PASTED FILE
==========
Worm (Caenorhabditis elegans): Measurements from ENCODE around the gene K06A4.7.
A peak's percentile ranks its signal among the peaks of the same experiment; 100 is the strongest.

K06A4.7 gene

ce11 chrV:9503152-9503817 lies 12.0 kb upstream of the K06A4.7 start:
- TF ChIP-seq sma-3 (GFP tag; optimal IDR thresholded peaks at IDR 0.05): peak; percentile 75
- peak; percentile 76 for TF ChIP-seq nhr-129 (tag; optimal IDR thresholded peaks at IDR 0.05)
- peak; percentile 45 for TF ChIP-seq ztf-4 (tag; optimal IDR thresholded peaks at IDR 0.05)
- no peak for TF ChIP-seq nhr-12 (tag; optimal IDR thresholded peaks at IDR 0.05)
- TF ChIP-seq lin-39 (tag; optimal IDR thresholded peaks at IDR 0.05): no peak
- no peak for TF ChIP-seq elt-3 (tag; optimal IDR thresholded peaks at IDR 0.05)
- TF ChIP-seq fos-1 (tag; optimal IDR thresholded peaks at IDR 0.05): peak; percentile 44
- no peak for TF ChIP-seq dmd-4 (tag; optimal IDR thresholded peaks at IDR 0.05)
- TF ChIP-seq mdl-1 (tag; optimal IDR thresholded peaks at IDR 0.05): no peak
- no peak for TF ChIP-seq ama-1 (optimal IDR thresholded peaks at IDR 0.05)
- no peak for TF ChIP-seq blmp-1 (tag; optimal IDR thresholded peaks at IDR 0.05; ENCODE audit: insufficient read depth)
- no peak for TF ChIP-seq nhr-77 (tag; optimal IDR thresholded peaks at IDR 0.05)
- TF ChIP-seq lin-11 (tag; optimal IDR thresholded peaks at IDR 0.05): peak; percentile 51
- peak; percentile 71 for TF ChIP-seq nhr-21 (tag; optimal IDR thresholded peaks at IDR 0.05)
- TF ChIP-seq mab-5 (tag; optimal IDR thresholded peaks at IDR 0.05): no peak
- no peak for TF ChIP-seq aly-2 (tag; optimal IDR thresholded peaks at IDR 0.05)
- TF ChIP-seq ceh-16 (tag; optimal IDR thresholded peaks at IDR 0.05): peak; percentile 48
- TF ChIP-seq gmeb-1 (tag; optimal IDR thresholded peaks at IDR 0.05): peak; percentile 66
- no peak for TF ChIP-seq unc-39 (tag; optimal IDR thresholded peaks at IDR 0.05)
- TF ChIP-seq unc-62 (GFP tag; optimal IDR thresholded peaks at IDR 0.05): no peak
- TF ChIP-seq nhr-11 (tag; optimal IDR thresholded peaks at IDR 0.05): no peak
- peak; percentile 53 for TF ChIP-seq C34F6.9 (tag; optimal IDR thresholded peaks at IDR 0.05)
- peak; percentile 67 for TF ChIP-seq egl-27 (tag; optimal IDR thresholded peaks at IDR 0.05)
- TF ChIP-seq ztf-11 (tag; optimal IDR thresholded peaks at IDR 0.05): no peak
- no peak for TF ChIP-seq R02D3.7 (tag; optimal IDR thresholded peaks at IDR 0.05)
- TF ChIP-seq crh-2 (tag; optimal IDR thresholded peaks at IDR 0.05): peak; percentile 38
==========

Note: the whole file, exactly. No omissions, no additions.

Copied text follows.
Worm (Caenorhabditis elegans): Measurements from ENCODE around the gene K06A4.7.
A peak's percentile ranks its signal among the peaks of the same experiment; 100 is the strongest.

K06A4.7 gene

ce11 chrV:9503152-9503817 lies 12.0 kb upstream of the K06A4.7 start:
- TF ChIP-seq sma-3 (GFP tag; optimal IDR thresholded peaks at IDR 0.05): peak; percentile 75
- peak; percentile 76 for TF ChIP-seq nhr-129 (tag; optimal IDR thresholded peaks at IDR 0.05)
- peak; percentile 45 for TF ChIP-seq ztf-4 (tag; optimal IDR thresholded peaks at IDR 0.05)
- no peak for TF ChIP-seq nhr-12 (tag; optimal IDR thresholded peaks at IDR 0.05)
- TF ChIP-seq lin-39 (tag; optimal IDR thresholded peaks at IDR 0.05): no peak
- no peak for TF ChIP-seq elt-3 (tag; optimal IDR thresholded peaks at IDR 0.05)
- TF ChIP-seq fos-1 (tag; optimal IDR thresholded peaks at IDR 0.05): peak; percentile 44
- no peak for TF ChIP-seq dmd-4 (tag; optimal IDR thresholded peaks at IDR 0.05)
- TF ChIP-seq mdl-1 (tag; optimal IDR thresholded peaks at IDR 0.05): no peak
- no peak for TF ChIP-seq ama-1 (optimal IDR thresholded peaks at IDR 0.05)
- no peak for TF ChIP-seq blmp-1 (tag; optimal IDR thresholded peaks at IDR 0.05; ENCODE audit: insufficient read depth)
- no peak for TF ChIP-seq nhr-77 (tag; optimal IDR thresholded peaks at IDR 0.05)
- TF ChIP-seq lin-11 (tag; optimal IDR thresholded peaks at IDR 0.05): peak; percentile 51
- peak; percentile 71 for TF ChIP-seq nhr-21 (tag; optimal IDR thresholded peaks at IDR 0.05)
- TF ChIP-seq mab-5 (tag; optimal IDR thresholded peaks at IDR 0.05): no peak
- no peak for TF ChIP-seq aly-2 (tag; optimal IDR thresholded peaks at IDR 0.05)
- TF ChIP-seq ceh-16 (tag; optimal IDR thresholded peaks at IDR 0.05): peak; percentile 48
- TF ChIP-seq gmeb-1 (tag; optimal IDR thresholded peaks at IDR 0.05): peak; percentile 66
- no peak for TF ChIP-seq unc-39 (tag; optimal IDR thresholded peaks at IDR 0.05)
- TF ChIP-seq unc-62 (GFP tag; optimal IDR thresholded peaks at IDR 0.05): no peak
- TF ChIP-seq nhr-11 (tag; optimal IDR thresholded peaks at IDR 0.05): no peak
- peak; percentile 53 for TF ChIP-seq C34F6.9 (tag; optimal IDR thresholded peaks at IDR 0.05)
- peak; percentile 67 for TF ChIP-seq egl-27 (tag; optimal IDR thresholded peaks at IDR 0.05)
- TF ChIP-seq ztf-11 (tag; optimal IDR thresholded peaks at IDR 0.05): no peak
- no peak for TF ChIP-seq R02D3.7 (tag; optimal IDR thresholded peaks at IDR 0.05)
- TF ChIP-seq crh-2 (tag; optimal IDR thresholded peaks at IDR 0.05): peak; percentile 38